Another woman colleague has accused Republican presidential candidate Herman Cain of making unwanted sexual advances. Sharon Bialek is the first to publicly come forward and describe an incident in detail.
Bialek worked for the National Restaurant Association's education foundation in Chicago during parts of 1996 and 1997. When she was let go after less than a year, she reached out to then-Association president Herman Cain for help finding a new job.
Bialek, who read from a prepared statement, said the two met for dinner in Washington. In the car afterward, Bialek said Cain reached up her skirt and pulled her head toward his lap.
"I was surprised and shocked and I said, 'What are you doing? You know I have a boyfriend. This is not what I came here for,'" Bialek said she told Cain, who she said responded by saying, "You want a job, right?"
Bialek said did not file a complaint at the time because she no longer worked at the the association's education foundation.
"I am coming forward now to give a face and a voice to those women who cannot or do not wish to come forward, and on behalf of all women in the workplace who are sexually harassed but do not come forward out of fear of retaliation and public humiliation," said Bialek.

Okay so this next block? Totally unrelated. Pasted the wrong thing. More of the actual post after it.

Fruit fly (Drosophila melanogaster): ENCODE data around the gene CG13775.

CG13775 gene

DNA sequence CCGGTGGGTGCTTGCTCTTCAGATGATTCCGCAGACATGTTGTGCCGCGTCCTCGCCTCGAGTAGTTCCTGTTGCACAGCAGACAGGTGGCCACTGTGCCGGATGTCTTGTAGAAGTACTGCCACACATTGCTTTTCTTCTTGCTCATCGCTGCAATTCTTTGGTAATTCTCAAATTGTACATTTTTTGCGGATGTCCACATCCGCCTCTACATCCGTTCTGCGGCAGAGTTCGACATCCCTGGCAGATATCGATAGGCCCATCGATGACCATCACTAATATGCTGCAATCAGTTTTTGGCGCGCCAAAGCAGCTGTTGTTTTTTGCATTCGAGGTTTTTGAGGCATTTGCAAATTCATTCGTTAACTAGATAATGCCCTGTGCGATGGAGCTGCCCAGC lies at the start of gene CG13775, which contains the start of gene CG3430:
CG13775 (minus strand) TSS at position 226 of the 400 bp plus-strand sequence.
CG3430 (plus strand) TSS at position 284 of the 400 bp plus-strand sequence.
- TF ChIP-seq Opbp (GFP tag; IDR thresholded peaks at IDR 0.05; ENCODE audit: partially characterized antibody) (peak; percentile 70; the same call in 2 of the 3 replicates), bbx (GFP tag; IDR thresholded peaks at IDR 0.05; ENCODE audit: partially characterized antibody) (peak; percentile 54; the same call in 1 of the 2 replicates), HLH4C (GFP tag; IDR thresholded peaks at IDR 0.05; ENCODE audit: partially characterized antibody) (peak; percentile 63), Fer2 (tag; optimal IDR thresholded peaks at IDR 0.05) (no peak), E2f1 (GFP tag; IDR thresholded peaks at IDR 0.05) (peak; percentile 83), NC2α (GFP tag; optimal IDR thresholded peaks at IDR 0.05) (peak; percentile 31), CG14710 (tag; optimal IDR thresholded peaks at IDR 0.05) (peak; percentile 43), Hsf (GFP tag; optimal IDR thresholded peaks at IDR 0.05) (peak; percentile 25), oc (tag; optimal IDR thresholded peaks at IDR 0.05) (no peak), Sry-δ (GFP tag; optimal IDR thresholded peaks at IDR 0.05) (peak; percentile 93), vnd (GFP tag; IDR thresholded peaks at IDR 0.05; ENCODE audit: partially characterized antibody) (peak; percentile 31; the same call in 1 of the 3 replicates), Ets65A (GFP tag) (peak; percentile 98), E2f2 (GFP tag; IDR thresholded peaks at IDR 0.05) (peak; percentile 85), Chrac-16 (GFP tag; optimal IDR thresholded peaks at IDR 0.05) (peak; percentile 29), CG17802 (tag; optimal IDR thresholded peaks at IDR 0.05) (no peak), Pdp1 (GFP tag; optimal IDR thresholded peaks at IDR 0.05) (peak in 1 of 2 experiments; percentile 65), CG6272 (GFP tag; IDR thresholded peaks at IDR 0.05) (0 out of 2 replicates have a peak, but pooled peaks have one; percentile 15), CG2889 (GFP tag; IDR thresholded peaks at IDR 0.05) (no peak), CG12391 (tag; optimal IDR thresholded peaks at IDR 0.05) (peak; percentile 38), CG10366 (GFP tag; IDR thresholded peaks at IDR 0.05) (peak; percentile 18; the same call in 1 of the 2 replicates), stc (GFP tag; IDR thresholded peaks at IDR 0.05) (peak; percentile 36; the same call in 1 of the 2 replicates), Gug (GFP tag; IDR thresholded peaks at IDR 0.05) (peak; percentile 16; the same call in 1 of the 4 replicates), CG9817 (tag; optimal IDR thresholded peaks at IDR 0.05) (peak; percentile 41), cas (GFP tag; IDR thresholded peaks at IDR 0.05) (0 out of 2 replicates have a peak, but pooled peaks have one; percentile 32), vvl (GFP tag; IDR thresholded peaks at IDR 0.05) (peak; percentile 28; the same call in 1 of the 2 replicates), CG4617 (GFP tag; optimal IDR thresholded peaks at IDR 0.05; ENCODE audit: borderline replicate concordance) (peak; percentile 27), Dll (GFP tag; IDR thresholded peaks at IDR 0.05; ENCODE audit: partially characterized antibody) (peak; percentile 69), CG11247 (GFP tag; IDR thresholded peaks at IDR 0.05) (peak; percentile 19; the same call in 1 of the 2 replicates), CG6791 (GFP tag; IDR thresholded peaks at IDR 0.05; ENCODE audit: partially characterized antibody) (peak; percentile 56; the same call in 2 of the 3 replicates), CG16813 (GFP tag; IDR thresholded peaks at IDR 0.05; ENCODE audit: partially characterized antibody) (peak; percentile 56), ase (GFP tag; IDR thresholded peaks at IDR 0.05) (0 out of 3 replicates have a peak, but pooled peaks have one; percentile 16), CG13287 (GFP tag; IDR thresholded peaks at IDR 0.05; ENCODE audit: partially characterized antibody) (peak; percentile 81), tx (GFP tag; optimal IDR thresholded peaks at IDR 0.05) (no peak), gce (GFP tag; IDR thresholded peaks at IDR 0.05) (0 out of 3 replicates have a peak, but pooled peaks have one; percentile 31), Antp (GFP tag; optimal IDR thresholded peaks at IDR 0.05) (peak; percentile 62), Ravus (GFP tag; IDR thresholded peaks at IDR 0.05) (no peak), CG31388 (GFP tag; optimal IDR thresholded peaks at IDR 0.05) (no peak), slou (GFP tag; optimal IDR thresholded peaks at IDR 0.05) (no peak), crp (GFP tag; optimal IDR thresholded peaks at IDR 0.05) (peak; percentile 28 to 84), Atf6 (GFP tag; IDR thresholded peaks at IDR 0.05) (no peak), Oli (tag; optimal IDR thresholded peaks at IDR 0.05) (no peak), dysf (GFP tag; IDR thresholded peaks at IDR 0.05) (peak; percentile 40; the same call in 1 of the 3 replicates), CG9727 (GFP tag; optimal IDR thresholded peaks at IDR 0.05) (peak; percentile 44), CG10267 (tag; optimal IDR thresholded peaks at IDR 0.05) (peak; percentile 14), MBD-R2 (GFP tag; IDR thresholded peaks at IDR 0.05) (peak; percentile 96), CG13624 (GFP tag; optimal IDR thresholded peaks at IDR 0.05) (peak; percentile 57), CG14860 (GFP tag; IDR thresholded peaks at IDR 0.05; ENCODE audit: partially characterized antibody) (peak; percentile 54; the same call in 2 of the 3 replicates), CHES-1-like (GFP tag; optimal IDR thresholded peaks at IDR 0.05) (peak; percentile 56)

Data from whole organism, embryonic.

Bialek said she was moved to come forward when she heard of other allegations. She does not plan to file a lawsuit and only wants Cain to acknowledge his past behavior.
"I want you, Mr. Cain, to come clean. Just admit what you did. Admit you were inappropriate to people," Bialek said, standing alongside celebrity attorney Gloria Allred at a packed press conference at the Friar's Club in New York.
At least three other women have accused Cain of sexual harassment, two of whom filed sexual harassment with the National Restaurant Association. They have not been publicly identified.
The Cain campaign immediately released a statement denying Bialek’s account and questioned her credibility. “All allegations of harassment against Mr. Cain are completely false,” it read. “Mr. Cain has never harassed anyone.”
In a separate statement, Cain spokesman J.D. Gordon called Bialek "a woman with a long history of financial difficulties." When Allred was asked about Bialek's current employment situation on Monday, she described her as a "full-time single mom."
With no legal process pending, it will be up to voters to decide who they believe is telling the truth. Cain is scheduled to address the accusations Tuesday afternoon in Phoenix. In a series of interviews on morning talk shows on Tuesday, Bialek defended her motives, saying she had "nothing to gain" by coming forward.
"It's not about me. I'm not running for president," Bialek said.
The Associated Press contributed to this report.